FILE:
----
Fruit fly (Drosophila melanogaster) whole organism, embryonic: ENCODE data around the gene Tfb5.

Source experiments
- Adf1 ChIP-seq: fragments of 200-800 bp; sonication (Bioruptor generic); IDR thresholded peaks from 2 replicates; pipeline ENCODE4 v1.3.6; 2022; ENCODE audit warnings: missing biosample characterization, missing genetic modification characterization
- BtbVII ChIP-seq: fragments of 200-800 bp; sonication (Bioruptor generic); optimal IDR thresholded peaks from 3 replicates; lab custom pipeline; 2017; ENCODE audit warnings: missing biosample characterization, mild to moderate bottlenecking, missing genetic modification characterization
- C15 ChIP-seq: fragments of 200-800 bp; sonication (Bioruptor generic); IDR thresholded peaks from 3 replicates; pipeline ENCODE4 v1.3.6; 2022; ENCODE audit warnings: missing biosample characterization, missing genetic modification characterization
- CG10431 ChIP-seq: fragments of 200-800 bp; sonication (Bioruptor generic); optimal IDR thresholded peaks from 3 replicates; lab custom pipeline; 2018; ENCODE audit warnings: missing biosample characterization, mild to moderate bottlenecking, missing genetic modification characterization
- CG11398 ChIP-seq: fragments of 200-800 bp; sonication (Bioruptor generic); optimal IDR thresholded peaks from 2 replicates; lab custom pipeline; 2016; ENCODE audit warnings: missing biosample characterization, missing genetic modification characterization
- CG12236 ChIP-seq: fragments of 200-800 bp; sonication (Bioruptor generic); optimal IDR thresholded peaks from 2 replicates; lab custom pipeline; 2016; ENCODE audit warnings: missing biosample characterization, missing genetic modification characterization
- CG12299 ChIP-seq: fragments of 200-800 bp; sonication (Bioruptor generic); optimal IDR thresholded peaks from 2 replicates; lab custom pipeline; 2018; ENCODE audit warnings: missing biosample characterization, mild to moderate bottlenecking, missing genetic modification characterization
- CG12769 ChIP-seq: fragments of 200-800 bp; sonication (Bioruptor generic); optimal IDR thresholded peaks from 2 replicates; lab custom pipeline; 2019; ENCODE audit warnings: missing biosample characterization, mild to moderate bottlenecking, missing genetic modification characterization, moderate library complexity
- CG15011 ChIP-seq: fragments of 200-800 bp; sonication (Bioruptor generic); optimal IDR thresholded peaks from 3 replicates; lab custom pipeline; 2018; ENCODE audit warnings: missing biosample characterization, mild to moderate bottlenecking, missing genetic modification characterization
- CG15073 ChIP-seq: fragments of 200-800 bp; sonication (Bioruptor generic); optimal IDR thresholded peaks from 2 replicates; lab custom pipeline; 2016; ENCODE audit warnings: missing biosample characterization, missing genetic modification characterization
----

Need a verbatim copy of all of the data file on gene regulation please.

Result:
Fruit fly (Drosophila melanogaster) whole organism, embryonic: ENCODE data around the gene Tfb5.

Source experiments
- Adf1 ChIP-seq: fragments of 200-800 bp; sonication (Bioruptor generic); IDR thresholded peaks from 2 replicates; pipeline ENCODE4 v1.3.6; 2022; ENCODE audit warnings: missing biosample characterization, missing genetic modification characterization
- BtbVII ChIP-seq: fragments of 200-800 bp; sonication (Bioruptor generic); optimal IDR thresholded peaks from 3 replicates; lab custom pipeline; 2017; ENCODE audit warnings: missing biosample characterization, mild to moderate bottlenecking, missing genetic modification characterization
- C15 ChIP-seq: fragments of 200-800 bp; sonication (Bioruptor generic); IDR thresholded peaks from 3 replicates; pipeline ENCODE4 v1.3.6; 2022; ENCODE audit warnings: missing biosample characterization, missing genetic modification characterization
- CG10431 ChIP-seq: fragments of 200-800 bp; sonication (Bioruptor generic); optimal IDR thresholded peaks from 3 replicates; lab custom pipeline; 2018; ENCODE audit warnings: missing biosample characterization, mild to moderate bottlenecking, missing genetic modification characterization
- CG11398 ChIP-seq: fragments of 200-800 bp; sonication (Bioruptor generic); optimal IDR thresholded peaks from 2 replicates; lab custom pipeline; 2016; ENCODE audit warnings: missing biosample characterization, missing genetic modification characterization
- CG12236 ChIP-seq: fragments of 200-800 bp; sonication (Bioruptor generic); optimal IDR thresholded peaks from 2 replicates; lab custom pipeline; 2016; ENCODE audit warnings: missing biosample characterization, missing genetic modification characterization
- CG12299 ChIP-seq: fragments of 200-800 bp; sonication (Bioruptor generic); optimal IDR thresholded peaks from 2 replicates; lab custom pipeline; 2018; ENCODE audit warnings: missing biosample characterization, mild to moderate bottlenecking, missing genetic modification characterization
- CG12769 ChIP-seq: fragments of 200-800 bp; sonication (Bioruptor generic); optimal IDR thresholded peaks from 2 replicates; lab custom pipeline; 2019; ENCODE audit warnings: missing biosample characterization, mild to moderate bottlenecking, missing genetic modification characterization, moderate library complexity
- CG15011 ChIP-seq: fragments of 200-800 bp; sonication (Bioruptor generic); optimal IDR thresholded peaks from 3 replicates; lab custom pipeline; 2018; ENCODE audit warnings: missing biosample characterization, mild to moderate bottlenecking, missing genetic modification characterization
- CG15073 ChIP-seq: fragments of 200-800 bp; sonication (Bioruptor generic); optimal IDR thresholded peaks from 2 replicates; lab custom pipeline; 2016; ENCODE audit warnings: missing biosample characterization, missing genetic modification characterization